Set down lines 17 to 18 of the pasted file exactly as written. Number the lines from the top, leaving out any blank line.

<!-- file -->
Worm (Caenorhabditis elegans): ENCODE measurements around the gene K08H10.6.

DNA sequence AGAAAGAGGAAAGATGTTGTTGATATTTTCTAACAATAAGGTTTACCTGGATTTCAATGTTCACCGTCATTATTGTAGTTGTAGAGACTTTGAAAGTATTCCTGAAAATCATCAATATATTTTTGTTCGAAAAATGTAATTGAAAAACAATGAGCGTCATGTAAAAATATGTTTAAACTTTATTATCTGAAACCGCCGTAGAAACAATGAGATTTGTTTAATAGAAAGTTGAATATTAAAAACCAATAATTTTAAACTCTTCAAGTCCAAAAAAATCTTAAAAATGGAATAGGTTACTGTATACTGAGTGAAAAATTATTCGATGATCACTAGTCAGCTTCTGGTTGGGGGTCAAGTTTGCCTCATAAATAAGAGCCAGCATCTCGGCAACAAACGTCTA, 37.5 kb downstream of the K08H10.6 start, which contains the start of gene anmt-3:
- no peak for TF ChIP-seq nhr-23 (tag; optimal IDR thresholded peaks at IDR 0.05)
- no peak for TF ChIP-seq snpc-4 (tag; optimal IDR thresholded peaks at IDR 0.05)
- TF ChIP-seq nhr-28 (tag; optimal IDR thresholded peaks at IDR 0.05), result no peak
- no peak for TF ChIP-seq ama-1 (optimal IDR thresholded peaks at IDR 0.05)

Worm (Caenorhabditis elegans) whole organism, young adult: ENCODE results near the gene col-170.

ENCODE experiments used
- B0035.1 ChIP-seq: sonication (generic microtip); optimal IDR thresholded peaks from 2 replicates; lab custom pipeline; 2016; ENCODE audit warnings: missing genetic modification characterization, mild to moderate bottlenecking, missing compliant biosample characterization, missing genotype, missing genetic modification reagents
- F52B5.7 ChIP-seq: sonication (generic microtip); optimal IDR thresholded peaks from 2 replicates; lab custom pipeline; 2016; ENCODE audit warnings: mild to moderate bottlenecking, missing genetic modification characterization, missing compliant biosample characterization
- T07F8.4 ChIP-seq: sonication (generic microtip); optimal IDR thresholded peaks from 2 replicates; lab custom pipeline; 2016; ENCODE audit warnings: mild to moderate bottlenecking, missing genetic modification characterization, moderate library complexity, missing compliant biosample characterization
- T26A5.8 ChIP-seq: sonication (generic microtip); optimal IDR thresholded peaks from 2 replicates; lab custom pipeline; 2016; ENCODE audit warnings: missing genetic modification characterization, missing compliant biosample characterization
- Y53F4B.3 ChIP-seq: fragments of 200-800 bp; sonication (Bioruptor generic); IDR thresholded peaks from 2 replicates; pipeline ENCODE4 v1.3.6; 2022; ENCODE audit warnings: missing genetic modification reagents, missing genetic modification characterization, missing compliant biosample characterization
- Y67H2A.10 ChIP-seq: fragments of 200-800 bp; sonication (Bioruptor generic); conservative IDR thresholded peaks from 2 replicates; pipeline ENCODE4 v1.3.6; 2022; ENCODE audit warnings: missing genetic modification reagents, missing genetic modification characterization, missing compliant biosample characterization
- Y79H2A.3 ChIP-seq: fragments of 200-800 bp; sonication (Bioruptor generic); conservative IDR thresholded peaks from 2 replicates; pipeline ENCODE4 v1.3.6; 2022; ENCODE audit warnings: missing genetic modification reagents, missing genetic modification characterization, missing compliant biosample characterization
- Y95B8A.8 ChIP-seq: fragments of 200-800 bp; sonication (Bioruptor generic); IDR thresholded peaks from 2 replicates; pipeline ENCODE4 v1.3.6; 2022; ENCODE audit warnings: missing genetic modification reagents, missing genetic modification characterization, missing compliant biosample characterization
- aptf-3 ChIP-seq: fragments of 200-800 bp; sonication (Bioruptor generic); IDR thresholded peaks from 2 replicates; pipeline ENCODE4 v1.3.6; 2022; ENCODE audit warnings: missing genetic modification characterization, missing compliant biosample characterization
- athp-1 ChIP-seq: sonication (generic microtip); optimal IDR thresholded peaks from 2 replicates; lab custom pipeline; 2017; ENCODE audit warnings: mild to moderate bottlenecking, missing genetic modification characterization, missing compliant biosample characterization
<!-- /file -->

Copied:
- aptf-3 ChIP-seq: fragments of 200-800 bp; sonication (Bioruptor generic); IDR thresholded peaks from 2 replicates; pipeline ENCODE4 v1.3.6; 2022; ENCODE audit warnings: missing genetic modification characterization, missing compliant biosample characterization
- athp-1 ChIP-seq: sonication (generic microtip); optimal IDR thresholded peaks from 2 replicates; lab custom pipeline; 2017; ENCODE audit warnings: mild to moderate bottlenecking, missing genetic modification characterization, missing compliant biosample characterization